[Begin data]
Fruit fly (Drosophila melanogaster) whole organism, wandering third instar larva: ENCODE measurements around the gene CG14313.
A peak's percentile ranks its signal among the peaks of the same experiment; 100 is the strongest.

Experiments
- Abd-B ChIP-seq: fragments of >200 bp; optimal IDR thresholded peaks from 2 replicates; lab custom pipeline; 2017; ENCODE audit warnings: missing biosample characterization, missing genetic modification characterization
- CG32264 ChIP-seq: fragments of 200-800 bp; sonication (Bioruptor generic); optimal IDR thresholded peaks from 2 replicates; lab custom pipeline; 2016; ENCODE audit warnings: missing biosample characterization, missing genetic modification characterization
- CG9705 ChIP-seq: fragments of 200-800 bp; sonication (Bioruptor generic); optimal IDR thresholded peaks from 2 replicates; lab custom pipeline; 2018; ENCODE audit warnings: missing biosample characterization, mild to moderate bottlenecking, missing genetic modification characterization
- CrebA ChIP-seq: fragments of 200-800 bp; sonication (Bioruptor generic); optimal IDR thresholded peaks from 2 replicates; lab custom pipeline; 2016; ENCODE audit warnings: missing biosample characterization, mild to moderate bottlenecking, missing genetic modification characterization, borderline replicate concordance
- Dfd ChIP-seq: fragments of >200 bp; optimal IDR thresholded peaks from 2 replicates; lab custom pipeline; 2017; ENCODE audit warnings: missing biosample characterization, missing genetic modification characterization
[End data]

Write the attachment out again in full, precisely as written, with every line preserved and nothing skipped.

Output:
Fruit fly (Drosophila melanogaster) whole organism, wandering third instar larva: ENCODE measurements around the gene CG14313.
A peak's percentile ranks its signal among the peaks of the same experiment; 100 is the strongest.

Experiments
- Abd-B ChIP-seq: fragments of >200 bp; optimal IDR thresholded peaks from 2 replicates; lab custom pipeline; 2017; ENCODE audit warnings: missing biosample characterization, missing genetic modification characterization
- CG32264 ChIP-seq: fragments of 200-800 bp; sonication (Bioruptor generic); optimal IDR thresholded peaks from 2 replicates; lab custom pipeline; 2016; ENCODE audit warnings: missing biosample characterization, missing genetic modification characterization
- CG9705 ChIP-seq: fragments of 200-800 bp; sonication (Bioruptor generic); optimal IDR thresholded peaks from 2 replicates; lab custom pipeline; 2018; ENCODE audit warnings: missing biosample characterization, mild to moderate bottlenecking, missing genetic modification characterization
- CrebA ChIP-seq: fragments of 200-800 bp; sonication (Bioruptor generic); optimal IDR thresholded peaks from 2 replicates; lab custom pipeline; 2016; ENCODE audit warnings: missing biosample characterization, mild to moderate bottlenecking, missing genetic modification characterization, borderline replicate concordance
- Dfd ChIP-seq: fragments of >200 bp; optimal IDR thresholded peaks from 2 replicates; lab custom pipeline; 2017; ENCODE audit warnings: missing biosample characterization, missing genetic modification characterization